The Japan Foundation
Performing Arts Network Japan
Presenter Interview
The Playwrights' Center of Minneapolis, encouraging US-Japan theater exchange as a resource supporting the development of playwrights
The Playwrights' Center
The Playwrights' Center
PWC’s office workstation
The Playwrights' Center
Backstage of the Waring Jones Theater, The Playwrights’s Center

*11   High degree of considering the whole context in which a part exists or a word spoken.
Please share additional insights regarding the difference between the Japanese playwrights’ experiences in the U.S. and the American playwrights’ experiences in Japan.
    When the Japanese playwrights work in the PWC Labs, since they can read English, they follow word by word and participate in the collaboration more fully as a result. Also, from the PWC perspective, because we are so used to playwrights being involved in the word by word, it fits very well into our process. Thus, I think that we are doing superior work in regards to the translation from Japanese into English than from English into Japanese. In fact, although there’s been some issue about letting the American director have some interpretive possibility in the room, the U.S.-Japan collaboration in the PWC Lab has been mostly very smooth and comfortable.
    Unlike in Japan, it’s a very segregated process (for a script to go on to a full production) in the U.S. There’s a playwright who lives in one place, and there’s a director who lives in another place, and there’s a theater that exist in another place, and they all come together to make a play. It’s not like Japan, where it seems to me that the playwright and director is one person, they have a company, they produce their own work, so everything exists in the same place. My sense is that the result of it is that each company has their own aesthetic, and they’re kind of known for doing work a particular way. So, what happens when you send a play over to Japan, is that it gets pulled into that aesthetic to a certain degree, and that is both challenging and interesting and sometimes problematic to the writer. Whereas the challenges or frustration for the Japanese writer when they come here, is that they have to get over “look, I’m the writer, I’m the director and the producer.”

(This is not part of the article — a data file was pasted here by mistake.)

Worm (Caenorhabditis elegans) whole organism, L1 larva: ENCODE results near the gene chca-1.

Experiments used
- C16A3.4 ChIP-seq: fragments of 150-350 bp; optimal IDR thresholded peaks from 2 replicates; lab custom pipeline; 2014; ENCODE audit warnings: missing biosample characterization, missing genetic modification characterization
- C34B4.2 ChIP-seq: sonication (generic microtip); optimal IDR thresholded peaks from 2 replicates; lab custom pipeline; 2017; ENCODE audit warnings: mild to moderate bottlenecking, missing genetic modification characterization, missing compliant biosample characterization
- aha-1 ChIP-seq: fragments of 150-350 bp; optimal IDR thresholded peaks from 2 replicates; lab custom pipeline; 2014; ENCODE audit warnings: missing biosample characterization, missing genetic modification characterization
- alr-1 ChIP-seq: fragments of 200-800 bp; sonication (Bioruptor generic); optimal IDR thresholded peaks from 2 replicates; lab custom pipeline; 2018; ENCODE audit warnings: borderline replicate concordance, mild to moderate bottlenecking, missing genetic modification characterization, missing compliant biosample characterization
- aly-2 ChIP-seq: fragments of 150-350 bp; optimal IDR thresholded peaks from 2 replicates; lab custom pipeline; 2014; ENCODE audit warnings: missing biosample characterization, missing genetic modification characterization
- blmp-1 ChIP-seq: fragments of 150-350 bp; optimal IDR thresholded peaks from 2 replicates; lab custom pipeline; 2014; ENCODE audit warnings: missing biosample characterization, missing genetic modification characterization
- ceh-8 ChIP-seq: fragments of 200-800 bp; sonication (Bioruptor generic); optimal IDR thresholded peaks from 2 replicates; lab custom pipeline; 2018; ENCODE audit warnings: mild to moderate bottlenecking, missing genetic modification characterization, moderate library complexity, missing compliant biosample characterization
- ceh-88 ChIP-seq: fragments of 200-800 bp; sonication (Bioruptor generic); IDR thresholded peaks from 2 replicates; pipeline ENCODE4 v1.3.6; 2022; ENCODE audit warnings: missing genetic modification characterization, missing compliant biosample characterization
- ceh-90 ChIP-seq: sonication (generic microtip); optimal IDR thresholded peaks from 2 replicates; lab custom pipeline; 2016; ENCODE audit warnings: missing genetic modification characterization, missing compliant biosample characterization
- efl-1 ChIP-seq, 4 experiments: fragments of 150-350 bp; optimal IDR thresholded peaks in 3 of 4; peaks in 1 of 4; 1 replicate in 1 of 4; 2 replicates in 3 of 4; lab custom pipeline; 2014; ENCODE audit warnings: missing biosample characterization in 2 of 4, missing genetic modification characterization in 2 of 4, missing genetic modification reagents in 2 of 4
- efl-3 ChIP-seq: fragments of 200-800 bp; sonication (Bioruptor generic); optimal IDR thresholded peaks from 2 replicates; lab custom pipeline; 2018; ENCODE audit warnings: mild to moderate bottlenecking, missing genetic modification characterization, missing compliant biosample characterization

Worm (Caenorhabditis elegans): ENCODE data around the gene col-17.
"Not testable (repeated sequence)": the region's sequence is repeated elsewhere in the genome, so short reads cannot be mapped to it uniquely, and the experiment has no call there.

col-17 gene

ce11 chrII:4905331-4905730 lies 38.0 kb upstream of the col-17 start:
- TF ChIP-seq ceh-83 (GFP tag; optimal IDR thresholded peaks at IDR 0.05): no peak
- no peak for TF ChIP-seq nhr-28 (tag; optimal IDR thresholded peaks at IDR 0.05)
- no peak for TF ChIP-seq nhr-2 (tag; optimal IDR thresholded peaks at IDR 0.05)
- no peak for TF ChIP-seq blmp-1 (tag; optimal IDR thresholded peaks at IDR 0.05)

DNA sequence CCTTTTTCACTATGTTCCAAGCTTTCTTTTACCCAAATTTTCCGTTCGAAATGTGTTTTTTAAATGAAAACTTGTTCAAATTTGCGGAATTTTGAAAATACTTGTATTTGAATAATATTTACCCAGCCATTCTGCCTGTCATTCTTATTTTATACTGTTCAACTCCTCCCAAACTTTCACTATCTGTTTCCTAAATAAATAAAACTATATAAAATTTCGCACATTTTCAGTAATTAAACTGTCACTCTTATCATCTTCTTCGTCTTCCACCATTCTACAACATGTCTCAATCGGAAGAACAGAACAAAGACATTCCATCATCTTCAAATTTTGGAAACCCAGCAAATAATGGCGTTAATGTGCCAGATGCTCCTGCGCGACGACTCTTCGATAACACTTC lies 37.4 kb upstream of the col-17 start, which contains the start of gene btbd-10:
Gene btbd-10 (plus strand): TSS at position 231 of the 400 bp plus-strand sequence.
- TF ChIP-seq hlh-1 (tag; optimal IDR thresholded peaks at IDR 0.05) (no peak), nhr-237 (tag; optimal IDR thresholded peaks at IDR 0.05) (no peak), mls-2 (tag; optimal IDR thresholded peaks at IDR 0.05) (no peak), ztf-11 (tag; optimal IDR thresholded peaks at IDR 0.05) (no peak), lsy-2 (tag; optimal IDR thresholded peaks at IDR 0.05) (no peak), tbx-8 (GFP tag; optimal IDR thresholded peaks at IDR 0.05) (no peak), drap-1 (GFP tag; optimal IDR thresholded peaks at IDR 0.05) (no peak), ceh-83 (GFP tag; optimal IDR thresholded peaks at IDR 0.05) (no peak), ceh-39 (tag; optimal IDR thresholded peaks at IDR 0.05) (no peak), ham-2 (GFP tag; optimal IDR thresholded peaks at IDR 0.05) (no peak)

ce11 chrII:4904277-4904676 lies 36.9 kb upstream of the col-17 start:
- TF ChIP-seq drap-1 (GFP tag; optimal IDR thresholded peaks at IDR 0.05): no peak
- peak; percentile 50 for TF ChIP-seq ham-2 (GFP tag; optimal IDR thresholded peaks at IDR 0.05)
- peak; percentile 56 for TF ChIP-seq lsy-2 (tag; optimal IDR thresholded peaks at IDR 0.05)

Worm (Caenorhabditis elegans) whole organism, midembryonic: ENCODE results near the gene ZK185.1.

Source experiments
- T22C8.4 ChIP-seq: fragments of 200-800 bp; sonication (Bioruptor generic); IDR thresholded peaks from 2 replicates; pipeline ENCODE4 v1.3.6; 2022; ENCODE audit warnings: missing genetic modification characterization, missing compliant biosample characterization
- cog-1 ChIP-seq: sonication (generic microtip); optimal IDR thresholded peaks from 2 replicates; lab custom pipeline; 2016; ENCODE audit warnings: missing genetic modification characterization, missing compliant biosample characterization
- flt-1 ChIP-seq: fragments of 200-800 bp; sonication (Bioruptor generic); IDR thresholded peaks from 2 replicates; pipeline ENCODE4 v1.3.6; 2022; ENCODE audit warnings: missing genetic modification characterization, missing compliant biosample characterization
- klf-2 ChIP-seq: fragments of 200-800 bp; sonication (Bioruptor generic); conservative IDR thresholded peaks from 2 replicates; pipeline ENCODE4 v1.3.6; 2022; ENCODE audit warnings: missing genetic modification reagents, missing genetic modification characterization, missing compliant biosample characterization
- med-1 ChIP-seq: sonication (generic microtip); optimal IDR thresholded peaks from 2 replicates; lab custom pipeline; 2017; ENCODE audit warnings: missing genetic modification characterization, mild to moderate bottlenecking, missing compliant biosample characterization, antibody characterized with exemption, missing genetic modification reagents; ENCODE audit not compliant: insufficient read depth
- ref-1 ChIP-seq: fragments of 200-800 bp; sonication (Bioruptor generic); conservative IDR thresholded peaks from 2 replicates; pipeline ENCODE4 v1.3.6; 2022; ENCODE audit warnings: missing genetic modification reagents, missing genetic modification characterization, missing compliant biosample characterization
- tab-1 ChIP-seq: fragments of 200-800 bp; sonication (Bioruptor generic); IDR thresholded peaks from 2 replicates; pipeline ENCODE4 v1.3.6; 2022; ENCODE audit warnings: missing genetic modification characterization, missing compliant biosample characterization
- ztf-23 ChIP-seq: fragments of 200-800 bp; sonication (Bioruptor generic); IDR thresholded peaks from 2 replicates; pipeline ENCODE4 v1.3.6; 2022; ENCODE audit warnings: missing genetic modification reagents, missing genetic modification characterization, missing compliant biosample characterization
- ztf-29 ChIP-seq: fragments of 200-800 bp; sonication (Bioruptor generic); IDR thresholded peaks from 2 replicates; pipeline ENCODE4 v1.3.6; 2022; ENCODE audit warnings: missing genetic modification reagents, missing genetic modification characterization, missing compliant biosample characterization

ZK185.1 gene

Please talk about the Lab’s impact on theatrical scripts. For example, “Vengeance Can Wait (original title: Boryoku to Taiki)” by Yukiko Motoya, was first develop at the PlayLabs in July 2006, then returned to Minneapolis in the fall of 2007 for the second workshop and received another public reading at the Guthrie Theater’s Dowling Studio. A playwright affiliated with Theater Mu, an Asian American theater company based in Minneapolis, attended the staged-reading, became very interested in the play and organized another public staged reading in February 2008 with the Theater Mu actors. Finally, as we talk now at the end of April 2008, “Vengeance Can Wait” is presented at PS122 in NYC as a full production. After much work in different Labs and staged readings, is “Vengeance…” a new play?